[h/t to Friends of Cuban Libraries]
The 2008 annual conference of the American Library Association (ALA) begins this week in Anaheim, California. Three members of the ALA Council, Barbara Silverman, Shixing Wen and Cristina Ramirez, have introduced a resolution condemning the persecution of Cuba’s independent library movement and calling for the release of imprisoned librarians. The resolution also takes note of the burning of confiscated library books in Cuba and demands that surviving books be returned to their lawful owners.
While support for this resolution should be unanimous among those dedicated to freedom of thought and expression, there is an organized pro-Castro faction within the ALA. This group denies the existence of censorship, library persecution and book burning in Cuba.
As is often the case the majority is in the middle and uninformed about the specifics. ALA Councilors are unaware of Cuba’s grim reality and receive much of their information from biased committees dominated by the pro-Castro faction, with results that could be expected.
But thanks to the new resolution on the ALA Council’s agenda, now is the time to change ALA policy. Ms. Silverman, Mr. Wen and Ms. Ramirez are being attacked for daring to speak the truth about Cuba. We need to let them know how much we appreciate their principled support for intellectual freedom and justice. They need our encouragement in standing up for truth and freedom.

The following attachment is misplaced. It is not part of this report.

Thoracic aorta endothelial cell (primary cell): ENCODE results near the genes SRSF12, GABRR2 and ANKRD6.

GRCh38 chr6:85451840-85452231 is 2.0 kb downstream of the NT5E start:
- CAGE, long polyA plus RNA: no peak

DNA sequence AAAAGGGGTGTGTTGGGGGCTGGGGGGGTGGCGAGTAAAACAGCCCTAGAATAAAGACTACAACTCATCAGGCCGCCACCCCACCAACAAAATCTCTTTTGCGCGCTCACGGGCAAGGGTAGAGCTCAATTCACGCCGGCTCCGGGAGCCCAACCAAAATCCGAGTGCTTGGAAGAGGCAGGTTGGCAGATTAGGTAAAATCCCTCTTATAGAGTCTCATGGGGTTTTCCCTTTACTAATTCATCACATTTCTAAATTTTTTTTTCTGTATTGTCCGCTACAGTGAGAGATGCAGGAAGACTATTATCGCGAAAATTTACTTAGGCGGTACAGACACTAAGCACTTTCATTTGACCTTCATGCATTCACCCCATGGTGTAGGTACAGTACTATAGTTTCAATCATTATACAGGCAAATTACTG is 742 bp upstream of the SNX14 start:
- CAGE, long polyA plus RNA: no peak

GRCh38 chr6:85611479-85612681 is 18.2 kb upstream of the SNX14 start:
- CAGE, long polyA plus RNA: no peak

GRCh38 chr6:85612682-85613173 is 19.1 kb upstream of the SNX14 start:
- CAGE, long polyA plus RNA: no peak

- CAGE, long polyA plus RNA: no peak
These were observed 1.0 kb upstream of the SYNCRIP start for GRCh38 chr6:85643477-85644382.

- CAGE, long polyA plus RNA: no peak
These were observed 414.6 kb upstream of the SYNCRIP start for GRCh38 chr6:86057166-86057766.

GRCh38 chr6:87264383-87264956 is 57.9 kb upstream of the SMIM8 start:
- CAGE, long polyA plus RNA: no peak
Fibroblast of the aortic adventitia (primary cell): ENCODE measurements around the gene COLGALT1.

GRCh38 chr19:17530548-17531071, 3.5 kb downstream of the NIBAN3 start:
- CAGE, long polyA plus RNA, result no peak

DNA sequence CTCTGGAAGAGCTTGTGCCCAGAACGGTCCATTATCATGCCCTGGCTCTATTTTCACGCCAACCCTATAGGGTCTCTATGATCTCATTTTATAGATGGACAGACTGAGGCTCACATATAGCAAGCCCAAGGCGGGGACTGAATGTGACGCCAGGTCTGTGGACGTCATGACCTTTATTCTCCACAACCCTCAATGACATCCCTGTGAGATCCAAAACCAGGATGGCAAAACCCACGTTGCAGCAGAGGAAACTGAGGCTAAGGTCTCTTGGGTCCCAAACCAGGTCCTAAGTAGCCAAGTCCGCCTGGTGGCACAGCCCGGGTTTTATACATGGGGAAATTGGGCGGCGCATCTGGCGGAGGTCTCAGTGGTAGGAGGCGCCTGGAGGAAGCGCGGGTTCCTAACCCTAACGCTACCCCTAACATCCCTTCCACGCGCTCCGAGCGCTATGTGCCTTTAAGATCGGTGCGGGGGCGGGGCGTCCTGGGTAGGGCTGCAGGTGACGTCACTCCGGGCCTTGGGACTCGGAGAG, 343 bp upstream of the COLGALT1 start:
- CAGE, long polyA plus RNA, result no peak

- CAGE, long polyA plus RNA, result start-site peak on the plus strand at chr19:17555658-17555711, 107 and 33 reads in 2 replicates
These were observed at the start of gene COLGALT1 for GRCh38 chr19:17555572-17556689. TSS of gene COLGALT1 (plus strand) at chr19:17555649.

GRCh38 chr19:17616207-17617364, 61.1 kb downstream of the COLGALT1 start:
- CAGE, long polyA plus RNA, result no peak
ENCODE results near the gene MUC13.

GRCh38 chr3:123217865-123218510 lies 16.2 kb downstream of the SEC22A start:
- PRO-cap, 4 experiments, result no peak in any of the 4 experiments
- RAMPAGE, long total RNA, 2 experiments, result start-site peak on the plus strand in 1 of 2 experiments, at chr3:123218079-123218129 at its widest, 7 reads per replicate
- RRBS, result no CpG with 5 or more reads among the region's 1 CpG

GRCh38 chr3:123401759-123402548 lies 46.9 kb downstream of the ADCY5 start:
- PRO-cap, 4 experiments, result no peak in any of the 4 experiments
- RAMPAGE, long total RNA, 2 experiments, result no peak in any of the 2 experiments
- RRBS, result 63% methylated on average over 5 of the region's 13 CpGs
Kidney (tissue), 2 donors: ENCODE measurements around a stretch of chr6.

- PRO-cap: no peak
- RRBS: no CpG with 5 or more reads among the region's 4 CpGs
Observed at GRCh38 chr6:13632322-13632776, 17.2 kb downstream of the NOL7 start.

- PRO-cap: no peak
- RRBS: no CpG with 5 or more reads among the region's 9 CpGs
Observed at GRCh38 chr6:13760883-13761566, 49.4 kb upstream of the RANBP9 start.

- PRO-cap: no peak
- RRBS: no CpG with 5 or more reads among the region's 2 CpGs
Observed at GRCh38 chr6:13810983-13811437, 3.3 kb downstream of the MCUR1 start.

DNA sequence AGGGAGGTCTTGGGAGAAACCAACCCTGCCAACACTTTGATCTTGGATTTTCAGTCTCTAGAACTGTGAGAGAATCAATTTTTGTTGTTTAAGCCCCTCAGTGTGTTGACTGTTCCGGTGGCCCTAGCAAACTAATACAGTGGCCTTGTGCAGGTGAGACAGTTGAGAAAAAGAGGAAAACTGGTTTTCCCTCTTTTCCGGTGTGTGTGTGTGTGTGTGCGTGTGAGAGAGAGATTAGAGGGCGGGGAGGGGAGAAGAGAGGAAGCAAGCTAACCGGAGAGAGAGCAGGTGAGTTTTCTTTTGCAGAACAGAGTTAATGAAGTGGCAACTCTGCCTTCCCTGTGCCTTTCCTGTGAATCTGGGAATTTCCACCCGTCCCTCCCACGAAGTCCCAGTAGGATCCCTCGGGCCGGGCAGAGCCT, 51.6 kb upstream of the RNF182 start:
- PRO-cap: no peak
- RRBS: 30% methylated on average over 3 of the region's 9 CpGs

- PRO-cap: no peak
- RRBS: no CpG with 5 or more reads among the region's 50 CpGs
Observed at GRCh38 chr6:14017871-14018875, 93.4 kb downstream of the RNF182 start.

ACTION NEEDED… PLEASE ACT IMMEDIATELY TO SEND MESSAGES OF SUPPORT TO:
Barbara Silverman (email@example.com)
Shixing Wen (firstname.lastname@example.org)
Cristina Ramirez (email@example.com).
You don’t need to be an ALA member, a librarian or a U.S. citizen to make your voice heard on this crucial issue.
Every message counts. Your message can be short or long, but the main thing is that you send a message today! And please express support for the principle of intellectual freedom, avoiding any language that could be regarded as “political.”
Among the points you can make in your messages are:
* The issue of library repression in Cuba is a matter of principle, not politics
* Express thanks for their defense of jailed library workers who cannot defend themselves
* The ALA has a duty to speak out against book burning wherever it takes place